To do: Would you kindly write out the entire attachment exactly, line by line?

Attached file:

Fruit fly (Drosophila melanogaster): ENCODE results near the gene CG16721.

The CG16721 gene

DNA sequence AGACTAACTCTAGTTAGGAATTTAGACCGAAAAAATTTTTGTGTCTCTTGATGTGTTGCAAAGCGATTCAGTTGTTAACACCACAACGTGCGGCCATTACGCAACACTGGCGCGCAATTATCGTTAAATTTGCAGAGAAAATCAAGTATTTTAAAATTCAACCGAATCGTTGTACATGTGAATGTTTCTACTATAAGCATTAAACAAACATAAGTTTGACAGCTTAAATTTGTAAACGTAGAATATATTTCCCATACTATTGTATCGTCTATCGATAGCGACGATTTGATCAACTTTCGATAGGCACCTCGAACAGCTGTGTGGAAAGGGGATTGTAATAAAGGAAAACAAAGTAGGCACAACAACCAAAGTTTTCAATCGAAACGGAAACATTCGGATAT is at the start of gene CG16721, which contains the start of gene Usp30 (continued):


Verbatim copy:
Fruit fly (Drosophila melanogaster): ENCODE results near the gene CG16721.

The CG16721 gene

DNA sequence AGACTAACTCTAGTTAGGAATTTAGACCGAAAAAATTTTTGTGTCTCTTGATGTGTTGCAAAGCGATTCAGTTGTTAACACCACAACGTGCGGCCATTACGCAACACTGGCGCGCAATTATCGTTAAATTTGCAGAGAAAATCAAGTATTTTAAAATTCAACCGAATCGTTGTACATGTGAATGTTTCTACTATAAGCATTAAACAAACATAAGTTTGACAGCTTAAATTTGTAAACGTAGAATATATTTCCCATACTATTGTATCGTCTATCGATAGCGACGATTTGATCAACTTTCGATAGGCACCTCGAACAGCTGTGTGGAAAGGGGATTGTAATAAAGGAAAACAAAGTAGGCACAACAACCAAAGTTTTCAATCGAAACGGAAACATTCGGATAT is at the start of gene CG16721, which contains the start of gene Usp30 (continued):